4. Don't cast the return value of malloc, even if you always always always make sure that stdlib.h is included.

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    I may be having a very basic misunderstanding but I still do not get how if adj[v] is a pointer to link and the function NEW returns a link, why is
    Code:
    G->adj[v] = New(w, G ->adj[v]);
    ok. I am new to C so am guessing I am probably not understanding something simple with regards to pointers.

  10. #10
    Registered User claudiu's Avatar
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    adj[v] is not a pointer to a link. It is a link which is a pointer to a node.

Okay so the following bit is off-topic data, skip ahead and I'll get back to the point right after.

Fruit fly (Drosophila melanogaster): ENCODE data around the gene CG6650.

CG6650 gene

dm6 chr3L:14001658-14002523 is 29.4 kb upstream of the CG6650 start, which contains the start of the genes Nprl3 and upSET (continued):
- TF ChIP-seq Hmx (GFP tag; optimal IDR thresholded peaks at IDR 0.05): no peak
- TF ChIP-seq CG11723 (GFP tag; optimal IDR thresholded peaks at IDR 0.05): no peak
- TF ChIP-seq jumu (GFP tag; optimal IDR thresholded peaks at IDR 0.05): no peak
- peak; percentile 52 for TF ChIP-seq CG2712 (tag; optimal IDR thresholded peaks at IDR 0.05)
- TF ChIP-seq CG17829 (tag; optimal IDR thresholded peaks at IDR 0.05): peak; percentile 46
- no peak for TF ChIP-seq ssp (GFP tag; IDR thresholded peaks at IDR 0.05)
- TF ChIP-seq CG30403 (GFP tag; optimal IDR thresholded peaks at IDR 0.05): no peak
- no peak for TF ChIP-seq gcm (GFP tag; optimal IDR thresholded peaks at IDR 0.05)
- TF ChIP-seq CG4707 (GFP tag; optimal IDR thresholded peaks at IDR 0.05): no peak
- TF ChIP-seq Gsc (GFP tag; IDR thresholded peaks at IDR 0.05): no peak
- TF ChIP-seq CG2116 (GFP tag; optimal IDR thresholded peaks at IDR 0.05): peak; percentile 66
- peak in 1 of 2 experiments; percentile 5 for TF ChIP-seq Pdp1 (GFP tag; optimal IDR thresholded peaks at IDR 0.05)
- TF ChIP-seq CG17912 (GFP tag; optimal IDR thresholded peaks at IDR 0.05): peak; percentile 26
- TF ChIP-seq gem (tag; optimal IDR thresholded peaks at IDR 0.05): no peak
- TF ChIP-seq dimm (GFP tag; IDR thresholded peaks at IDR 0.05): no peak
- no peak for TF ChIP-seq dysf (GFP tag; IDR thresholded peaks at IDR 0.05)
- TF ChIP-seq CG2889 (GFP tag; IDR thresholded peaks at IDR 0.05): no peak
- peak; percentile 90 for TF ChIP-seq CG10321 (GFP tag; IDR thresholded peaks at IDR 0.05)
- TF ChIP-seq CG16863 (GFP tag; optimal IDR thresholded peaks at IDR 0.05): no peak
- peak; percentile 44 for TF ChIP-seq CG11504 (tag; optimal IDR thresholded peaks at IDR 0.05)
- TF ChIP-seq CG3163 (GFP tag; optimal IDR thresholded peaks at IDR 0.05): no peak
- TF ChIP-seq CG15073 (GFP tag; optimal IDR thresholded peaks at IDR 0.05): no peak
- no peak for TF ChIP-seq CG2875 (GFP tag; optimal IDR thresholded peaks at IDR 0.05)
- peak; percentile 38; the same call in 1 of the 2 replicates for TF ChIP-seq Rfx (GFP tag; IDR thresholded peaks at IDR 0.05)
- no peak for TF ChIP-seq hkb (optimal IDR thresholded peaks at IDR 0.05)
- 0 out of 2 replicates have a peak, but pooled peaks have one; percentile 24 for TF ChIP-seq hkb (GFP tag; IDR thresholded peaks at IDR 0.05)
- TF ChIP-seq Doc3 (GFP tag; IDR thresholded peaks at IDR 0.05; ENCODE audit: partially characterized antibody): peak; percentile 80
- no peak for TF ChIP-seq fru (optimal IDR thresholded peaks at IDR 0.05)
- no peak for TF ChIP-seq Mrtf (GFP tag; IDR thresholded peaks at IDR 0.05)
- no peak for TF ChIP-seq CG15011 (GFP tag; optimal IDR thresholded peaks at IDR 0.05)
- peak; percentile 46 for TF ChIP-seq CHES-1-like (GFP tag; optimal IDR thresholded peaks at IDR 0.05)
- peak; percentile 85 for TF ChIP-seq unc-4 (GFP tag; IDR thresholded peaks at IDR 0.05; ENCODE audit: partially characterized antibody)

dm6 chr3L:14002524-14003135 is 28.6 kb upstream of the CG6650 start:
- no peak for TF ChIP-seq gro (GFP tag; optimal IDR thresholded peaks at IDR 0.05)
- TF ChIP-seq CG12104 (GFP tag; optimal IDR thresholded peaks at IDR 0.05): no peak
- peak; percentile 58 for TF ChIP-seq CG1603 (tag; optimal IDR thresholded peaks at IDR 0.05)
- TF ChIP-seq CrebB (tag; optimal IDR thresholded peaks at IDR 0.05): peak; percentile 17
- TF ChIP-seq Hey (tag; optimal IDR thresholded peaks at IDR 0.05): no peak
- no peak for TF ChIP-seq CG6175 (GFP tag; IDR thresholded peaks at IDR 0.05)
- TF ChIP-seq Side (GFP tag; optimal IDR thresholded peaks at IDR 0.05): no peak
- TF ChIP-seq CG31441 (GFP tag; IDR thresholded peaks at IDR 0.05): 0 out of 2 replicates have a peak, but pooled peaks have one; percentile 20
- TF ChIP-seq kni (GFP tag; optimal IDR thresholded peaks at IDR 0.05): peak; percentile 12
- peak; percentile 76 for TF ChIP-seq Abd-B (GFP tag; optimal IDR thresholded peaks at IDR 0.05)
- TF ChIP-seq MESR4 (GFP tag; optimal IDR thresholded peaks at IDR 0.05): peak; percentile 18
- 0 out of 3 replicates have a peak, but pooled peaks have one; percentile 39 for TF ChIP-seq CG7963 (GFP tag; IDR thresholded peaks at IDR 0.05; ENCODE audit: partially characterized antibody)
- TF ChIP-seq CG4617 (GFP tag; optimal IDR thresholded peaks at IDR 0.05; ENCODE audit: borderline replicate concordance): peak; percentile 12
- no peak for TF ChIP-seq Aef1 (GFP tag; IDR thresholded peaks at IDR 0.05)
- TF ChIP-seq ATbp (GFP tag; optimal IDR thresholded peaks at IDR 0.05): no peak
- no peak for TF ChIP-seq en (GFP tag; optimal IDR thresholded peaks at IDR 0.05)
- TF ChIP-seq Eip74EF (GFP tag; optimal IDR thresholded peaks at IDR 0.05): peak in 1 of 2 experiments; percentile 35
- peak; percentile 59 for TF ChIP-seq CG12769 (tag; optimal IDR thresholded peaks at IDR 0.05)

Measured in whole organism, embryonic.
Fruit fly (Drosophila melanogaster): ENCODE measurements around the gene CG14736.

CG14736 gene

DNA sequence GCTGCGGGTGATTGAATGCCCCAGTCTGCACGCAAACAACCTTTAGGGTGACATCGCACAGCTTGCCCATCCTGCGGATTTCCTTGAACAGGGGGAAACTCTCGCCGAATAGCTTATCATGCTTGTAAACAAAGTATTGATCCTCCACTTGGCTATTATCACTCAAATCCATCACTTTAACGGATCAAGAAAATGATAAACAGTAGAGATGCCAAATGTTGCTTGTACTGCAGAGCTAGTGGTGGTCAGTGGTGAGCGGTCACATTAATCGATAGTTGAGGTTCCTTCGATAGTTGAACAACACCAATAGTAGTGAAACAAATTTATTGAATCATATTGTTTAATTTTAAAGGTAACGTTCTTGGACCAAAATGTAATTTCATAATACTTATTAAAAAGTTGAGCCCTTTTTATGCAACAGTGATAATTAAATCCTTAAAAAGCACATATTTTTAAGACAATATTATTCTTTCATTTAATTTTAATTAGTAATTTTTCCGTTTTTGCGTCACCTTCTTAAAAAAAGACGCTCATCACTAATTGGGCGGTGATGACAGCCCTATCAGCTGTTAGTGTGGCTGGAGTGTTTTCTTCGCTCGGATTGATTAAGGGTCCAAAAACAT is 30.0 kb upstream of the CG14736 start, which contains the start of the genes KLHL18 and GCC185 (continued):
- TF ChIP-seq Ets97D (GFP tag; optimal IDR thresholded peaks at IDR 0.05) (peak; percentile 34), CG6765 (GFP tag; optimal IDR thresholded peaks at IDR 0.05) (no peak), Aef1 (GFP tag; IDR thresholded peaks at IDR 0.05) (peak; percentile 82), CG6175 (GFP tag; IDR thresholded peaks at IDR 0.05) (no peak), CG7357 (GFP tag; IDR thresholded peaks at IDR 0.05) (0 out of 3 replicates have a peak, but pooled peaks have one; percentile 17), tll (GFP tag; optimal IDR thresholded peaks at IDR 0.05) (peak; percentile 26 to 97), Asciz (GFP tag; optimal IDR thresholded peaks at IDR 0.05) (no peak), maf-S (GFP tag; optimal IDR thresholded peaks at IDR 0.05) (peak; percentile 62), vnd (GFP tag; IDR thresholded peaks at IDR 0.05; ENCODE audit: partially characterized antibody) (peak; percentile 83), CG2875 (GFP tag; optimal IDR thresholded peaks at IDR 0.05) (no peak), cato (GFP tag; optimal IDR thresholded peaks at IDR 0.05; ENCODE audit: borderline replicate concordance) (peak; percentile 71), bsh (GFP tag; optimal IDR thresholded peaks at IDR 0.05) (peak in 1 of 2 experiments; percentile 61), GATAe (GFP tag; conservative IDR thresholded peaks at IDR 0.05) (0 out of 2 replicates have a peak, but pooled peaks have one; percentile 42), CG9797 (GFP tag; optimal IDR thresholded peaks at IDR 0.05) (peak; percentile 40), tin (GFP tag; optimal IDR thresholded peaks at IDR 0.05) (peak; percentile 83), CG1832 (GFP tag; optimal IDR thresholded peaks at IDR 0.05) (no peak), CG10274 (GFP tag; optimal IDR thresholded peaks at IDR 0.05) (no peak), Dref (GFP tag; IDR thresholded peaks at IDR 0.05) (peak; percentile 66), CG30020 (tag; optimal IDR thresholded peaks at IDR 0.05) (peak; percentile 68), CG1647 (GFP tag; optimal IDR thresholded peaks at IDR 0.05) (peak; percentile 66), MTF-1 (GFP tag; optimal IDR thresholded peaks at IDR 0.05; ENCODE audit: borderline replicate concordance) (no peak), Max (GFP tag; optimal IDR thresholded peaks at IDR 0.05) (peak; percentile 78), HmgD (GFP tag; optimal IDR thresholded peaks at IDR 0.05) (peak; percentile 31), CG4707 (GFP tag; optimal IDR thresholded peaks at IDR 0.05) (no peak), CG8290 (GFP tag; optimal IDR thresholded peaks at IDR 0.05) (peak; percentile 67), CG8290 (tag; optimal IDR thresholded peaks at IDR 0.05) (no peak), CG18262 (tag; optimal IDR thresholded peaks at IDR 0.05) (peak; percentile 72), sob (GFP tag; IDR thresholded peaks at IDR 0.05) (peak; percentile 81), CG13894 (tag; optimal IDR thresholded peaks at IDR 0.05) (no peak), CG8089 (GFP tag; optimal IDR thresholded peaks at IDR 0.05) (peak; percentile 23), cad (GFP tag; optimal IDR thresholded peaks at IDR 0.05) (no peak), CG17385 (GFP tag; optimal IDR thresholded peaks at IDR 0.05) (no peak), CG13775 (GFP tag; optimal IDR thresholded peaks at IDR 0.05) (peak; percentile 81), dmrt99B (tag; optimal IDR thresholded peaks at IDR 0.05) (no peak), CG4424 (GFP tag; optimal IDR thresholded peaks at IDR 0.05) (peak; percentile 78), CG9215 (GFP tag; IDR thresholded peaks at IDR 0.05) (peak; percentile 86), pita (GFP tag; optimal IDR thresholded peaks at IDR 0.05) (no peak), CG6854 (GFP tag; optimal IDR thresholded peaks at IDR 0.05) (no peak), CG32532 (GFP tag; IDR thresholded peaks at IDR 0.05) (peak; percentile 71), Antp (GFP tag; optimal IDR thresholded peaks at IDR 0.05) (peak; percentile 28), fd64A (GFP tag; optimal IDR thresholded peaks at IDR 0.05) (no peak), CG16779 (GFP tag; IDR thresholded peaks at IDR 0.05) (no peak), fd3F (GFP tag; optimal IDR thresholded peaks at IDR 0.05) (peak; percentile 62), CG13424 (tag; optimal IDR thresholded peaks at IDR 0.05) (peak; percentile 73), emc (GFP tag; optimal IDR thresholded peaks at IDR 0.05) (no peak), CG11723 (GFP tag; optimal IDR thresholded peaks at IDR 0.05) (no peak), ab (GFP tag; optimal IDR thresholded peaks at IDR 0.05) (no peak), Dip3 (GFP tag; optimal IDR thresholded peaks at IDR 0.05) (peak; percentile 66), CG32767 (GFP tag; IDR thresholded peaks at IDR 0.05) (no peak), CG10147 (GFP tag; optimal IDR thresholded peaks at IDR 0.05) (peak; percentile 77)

NEW returns a link, which again, is a pointer to a node.

    All this confusion stems from the fact that you are using a ton of typedefs and making your code unreadable to the point where you don't know what types are what. Get rid of those and just type struct <struct_name>* wherever you have a pointer to a struct.
    1. Get rid of gets(). Never ever ever use it again. Replace it with fgets() and use that instead.
    2. Get rid of void main and replace it with int main(void) and return 0 at the end of the function.
    3. Get rid of conio.h and other antiquated DOS crap headers.
    4. Don't cast the return value of malloc, even if you always always always make sure that stdlib.h is included.

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    Thankyou for your time claudiu. I now realise what you mean and understand why I should alter the code. I was trying to follow the code from Sedgewick but was completely misinterpreting how typedef was working. cheers